Statement from José Luis Castro, President and Chief Executive Officer at Vital Strategies, on the recent CDC report about falling smoking rates:
“Smoking in the United States has fallen to record low levels—to 13.7% of adults, according to the U.S. Centers for Disease Control and Prevention. This continuous decline in smoking in the U.S. is thanks to proactive public health protections, enacted despite an unrepentant tobacco industry determined to undermine tobacco control policies in the U.S. and around the globe.
While the decline in smoking is good news, the rapid uptake of e-cigarettes in the United States and globally is of urgent concern. Claims by the industry that these products were targeted to smokers to help them quit are belied by marketing that targets kids. Some five million children, including more than one in four high-school kids, are now vaping in the U.S. The FDA has left these products almost completely unregulated and largely available to youth. The rash of vaping-related illnesses and deaths is an alarming bell that rang too late.
The report also had other worrying signals. The data shows that the tobacco industry’s targeting of disadvantaged populations is working. Smoking rates are higher among poor people, LGBT people, those reporting recent psychological distress and those with disabilities. Vulnerable people deserve special attention and the same levels of protection as the population at large.
Inaction by the federal government across a range of tobacco products, notably e-cigarettes, is endangering progress and leaving Americans, especially youth, at risk. To address the tobacco and vaping epidemics:
- The U.S. Food and Drug Administration should immediately ban e-cigarette flavors that can lure children. They should also restrict marketing and regulate production.
- The federal government should implement graphic health warnings on all tobacco products (including e-cigarettes), restrict marketing, use taxes to increase prices, raise the purchase age of all tobacco products to 21, and support high-impact media campaigns to warn about the dangers of tobacco products.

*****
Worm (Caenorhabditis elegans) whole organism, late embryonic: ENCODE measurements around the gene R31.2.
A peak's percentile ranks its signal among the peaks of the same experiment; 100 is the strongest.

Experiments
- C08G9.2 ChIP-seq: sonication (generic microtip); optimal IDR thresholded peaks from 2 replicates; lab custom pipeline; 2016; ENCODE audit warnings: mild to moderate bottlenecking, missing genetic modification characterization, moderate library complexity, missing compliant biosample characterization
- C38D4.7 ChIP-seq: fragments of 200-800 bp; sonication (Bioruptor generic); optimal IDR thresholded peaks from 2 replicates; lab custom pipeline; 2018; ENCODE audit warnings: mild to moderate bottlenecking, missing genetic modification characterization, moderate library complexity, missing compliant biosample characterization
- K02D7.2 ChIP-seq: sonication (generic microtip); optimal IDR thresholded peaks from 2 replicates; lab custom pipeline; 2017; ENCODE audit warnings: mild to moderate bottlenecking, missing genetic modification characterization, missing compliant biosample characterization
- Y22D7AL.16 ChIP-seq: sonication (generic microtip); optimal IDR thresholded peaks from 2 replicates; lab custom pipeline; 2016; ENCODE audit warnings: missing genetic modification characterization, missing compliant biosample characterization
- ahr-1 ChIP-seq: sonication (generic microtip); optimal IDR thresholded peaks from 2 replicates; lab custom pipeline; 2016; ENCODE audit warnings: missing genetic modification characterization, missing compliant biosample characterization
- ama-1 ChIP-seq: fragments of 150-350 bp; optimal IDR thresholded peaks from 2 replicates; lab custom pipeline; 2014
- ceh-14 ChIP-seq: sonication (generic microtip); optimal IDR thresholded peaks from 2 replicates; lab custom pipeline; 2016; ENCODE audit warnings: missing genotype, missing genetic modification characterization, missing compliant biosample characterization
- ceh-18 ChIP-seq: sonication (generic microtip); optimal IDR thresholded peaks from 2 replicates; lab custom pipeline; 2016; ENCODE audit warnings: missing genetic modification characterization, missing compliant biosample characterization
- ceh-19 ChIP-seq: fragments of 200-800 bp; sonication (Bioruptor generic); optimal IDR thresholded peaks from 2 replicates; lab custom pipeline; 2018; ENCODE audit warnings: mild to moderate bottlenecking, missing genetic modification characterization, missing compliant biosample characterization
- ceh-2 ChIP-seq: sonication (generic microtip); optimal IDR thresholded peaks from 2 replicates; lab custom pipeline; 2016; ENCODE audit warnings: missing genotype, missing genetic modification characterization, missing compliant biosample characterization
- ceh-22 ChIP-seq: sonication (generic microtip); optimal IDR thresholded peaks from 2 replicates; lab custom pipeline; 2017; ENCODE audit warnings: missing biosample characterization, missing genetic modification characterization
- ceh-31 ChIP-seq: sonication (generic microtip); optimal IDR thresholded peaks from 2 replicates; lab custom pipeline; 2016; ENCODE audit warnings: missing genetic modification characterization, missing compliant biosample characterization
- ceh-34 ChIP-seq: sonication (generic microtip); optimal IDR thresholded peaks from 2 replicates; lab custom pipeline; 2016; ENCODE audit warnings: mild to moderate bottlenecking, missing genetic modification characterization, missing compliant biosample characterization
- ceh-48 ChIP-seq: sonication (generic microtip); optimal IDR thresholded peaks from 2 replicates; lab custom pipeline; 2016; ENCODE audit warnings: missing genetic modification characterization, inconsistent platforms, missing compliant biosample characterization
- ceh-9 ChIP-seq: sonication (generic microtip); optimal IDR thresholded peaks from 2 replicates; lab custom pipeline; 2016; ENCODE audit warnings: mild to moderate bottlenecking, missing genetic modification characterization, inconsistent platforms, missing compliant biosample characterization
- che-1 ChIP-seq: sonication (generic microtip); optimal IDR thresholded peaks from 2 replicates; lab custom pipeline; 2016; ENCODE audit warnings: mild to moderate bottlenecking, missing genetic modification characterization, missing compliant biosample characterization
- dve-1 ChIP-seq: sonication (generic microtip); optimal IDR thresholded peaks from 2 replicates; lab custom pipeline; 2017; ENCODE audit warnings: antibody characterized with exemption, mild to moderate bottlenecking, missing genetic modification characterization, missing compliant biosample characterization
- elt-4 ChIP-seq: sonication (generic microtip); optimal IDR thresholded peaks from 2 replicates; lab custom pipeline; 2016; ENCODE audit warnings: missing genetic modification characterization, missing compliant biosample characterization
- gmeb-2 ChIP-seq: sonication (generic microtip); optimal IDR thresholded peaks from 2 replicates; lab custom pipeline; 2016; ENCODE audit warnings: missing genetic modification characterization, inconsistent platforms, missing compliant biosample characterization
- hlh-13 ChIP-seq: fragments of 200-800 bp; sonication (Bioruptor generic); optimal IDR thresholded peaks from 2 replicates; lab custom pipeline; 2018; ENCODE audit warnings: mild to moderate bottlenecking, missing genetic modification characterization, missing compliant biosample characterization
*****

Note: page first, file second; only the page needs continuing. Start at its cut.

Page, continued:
Every American deserves the greatest chance at a long, healthy life. The CDC’s report shows that tobacco control policies work. We need to accelerate progress and protect our gains with rapid and sustained action to heavily regulate the full spectrum of tobacco products and the industry that promotes them.”
According to the new report in the U.S. Centers for Disease Control and Prevention’s Morbidity and Mortality Weekly Report,Tobacco Product Use and Cessation Indicators Among Adults — United States, 2018 , 49 million American adults—nearly one in five—use tobacco products. Cigarette smoking among adults fell to 13.7% in 2018, down from 14% in 2017. The longer-term trend reveals a more significant reduction: tobacco control policies have helped to decrease the proportion of adult smokers by two-thirds, from 42% in 1965. The report confirms that tobacco use is higher among men, minorities, people earning less than $35,000 per year, and people with a disability/limitation or serious psychological distress.
On adult e-cigarette use, the report showed that there was a 14% increase in among all adults to 3.2% in 2018, attributed to climbing use among young adults between the ages of 18 and 24. E-cigarette use among this age bracket increased to 7.6% in 2018. For youth e-cigarette use, a 2019 report in JAMA indicated that in 2019, 27.5% of high-school students and 10.5% of middle-school students reported current use of e-cigarettes.
The World Health Organization has endorsed six evidence-driven strategies that governments should use to reduce tobacco use. These wide-reaching strategies will mean more people quit smoking, and fewer people—especially youth—start. Many of these policies are not fully implemented nationally in the United States. They are: monitor tobacco use and prevention policies through systematic surveillance; protect people from tobacco smoke through 100% smoke-free indoor air laws; offer help to quit tobacco use by supporting cessation; warn about the dangers of tobacco through hard-hitting media campaigns and graphic health warnings; enforce bans on tobacco advertising, promotion and sponsorship through legislation; and raise taxes on tobacco to decrease affordability.